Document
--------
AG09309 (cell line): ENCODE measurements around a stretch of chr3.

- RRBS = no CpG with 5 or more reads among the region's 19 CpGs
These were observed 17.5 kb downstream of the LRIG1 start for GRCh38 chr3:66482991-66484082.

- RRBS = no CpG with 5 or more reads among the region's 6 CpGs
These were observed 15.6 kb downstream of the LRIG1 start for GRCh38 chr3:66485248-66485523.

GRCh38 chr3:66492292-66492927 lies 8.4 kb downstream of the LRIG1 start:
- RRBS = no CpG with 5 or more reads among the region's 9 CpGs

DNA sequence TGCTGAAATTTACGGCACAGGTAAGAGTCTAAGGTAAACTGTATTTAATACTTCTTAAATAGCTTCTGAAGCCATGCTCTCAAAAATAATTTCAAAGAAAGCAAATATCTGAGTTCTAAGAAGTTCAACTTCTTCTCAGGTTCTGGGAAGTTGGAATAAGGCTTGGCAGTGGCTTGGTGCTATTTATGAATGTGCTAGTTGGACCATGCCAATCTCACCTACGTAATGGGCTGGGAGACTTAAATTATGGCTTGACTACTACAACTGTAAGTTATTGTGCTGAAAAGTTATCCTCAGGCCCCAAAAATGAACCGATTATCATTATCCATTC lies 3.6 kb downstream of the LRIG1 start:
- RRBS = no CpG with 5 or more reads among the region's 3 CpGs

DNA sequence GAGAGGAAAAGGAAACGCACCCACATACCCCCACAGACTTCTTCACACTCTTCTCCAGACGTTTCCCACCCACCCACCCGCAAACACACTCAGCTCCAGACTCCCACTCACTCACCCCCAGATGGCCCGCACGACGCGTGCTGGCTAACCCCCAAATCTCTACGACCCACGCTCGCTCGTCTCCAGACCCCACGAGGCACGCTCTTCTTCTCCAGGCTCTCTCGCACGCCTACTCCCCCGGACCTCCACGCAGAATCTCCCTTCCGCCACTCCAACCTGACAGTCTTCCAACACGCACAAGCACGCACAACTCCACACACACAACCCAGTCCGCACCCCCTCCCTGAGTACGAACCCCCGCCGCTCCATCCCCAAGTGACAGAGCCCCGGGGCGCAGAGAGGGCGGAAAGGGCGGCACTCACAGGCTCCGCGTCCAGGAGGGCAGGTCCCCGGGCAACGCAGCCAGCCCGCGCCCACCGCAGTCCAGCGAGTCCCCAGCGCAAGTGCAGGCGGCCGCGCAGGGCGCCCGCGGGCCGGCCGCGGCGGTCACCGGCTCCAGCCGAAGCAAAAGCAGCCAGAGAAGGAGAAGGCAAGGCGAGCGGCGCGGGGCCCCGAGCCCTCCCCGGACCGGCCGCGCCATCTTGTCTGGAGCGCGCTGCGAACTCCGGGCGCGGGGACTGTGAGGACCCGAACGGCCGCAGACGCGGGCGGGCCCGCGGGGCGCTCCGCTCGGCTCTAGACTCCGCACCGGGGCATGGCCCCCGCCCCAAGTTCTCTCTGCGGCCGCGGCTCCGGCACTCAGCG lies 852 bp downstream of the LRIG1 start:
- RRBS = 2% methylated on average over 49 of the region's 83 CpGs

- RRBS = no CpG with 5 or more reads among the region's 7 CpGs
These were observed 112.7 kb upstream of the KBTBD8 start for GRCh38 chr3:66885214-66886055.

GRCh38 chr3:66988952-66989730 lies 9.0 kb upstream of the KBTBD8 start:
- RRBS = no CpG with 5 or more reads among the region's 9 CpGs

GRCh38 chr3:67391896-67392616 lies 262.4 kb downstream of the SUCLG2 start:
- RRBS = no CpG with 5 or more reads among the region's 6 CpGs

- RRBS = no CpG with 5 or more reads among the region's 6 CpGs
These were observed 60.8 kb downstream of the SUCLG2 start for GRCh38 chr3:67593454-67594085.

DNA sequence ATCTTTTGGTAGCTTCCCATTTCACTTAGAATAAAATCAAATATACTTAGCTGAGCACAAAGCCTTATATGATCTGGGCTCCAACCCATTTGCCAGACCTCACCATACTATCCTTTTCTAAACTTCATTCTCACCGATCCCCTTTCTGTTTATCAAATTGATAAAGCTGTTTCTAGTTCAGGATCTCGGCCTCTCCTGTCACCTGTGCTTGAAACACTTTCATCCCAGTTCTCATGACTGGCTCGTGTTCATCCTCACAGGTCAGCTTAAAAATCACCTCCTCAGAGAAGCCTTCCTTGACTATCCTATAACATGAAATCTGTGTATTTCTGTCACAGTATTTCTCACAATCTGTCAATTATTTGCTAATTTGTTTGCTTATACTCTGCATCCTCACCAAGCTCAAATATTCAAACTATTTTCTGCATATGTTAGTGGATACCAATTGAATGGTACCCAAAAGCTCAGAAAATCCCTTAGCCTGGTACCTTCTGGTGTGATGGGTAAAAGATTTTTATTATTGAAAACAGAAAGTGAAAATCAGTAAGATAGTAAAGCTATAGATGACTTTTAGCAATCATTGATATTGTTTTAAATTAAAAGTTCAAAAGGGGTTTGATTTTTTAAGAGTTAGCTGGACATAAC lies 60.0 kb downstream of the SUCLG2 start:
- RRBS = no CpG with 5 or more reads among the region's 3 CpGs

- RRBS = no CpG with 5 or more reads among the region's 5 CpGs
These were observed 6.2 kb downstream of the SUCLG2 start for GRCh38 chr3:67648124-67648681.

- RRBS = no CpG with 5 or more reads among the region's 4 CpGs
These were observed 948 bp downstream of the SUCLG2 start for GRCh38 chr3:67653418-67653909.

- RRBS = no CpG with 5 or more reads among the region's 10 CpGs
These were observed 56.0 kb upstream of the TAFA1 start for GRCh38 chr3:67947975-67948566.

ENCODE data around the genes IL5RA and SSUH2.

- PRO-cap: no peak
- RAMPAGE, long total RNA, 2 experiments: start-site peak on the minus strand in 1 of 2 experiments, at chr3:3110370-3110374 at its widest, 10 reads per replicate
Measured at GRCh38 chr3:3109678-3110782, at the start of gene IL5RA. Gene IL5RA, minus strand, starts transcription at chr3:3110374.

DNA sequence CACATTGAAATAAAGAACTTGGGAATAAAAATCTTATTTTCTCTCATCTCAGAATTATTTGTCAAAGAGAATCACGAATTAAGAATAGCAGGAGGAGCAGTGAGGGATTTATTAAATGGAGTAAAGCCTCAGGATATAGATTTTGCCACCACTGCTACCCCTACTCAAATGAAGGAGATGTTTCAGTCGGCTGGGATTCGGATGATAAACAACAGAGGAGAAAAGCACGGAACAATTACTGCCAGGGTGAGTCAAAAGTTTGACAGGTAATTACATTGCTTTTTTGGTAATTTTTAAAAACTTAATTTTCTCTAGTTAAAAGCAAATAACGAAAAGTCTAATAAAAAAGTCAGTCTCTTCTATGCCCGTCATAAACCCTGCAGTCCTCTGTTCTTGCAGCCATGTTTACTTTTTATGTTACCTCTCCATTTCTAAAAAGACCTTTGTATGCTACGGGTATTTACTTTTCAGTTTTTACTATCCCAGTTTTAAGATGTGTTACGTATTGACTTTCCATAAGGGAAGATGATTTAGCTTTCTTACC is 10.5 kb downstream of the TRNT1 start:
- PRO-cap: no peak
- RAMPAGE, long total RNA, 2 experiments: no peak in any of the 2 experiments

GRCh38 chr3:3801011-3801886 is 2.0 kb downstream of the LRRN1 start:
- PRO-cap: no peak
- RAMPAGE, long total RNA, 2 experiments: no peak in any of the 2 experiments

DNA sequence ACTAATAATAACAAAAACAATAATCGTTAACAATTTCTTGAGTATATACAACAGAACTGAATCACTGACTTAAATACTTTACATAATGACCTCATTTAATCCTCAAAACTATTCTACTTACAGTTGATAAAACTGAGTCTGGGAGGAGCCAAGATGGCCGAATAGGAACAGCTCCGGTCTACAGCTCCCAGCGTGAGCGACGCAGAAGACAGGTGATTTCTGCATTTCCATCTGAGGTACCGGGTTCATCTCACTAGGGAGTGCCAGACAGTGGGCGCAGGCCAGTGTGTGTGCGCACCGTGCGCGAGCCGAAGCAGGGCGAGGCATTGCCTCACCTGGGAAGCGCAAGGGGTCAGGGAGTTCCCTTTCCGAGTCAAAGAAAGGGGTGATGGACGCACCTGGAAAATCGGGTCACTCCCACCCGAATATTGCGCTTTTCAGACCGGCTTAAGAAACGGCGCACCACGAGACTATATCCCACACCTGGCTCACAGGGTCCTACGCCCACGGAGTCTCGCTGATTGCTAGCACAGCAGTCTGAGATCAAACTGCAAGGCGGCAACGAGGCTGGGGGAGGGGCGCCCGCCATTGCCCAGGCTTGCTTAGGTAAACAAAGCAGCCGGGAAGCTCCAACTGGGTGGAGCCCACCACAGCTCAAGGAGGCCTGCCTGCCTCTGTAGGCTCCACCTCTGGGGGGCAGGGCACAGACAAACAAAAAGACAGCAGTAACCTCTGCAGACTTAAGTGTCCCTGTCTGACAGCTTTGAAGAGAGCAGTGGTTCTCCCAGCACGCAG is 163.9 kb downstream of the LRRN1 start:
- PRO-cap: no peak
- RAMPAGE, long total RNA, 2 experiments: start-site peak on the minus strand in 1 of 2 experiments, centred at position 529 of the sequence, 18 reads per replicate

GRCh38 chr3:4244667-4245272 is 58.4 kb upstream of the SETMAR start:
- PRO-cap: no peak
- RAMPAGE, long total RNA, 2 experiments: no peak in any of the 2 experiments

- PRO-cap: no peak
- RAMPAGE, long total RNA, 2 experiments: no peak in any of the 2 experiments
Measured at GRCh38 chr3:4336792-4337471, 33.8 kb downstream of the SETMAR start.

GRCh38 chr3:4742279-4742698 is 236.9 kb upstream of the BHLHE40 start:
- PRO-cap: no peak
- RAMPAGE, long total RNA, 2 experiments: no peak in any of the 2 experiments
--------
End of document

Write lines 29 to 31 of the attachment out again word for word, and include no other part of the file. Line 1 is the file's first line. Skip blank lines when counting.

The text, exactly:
- PRO-cap: no peak
- RAMPAGE, long total RNA, 2 experiments: start-site peak on the minus strand in 1 of 2 experiments, at chr3:3110370-3110374 at its widest, 10 reads per replicate
Measured at GRCh38 chr3:3109678-3110782, at the start of gene IL5RA. Gene IL5RA, minus strand, starts transcription at chr3:3110374.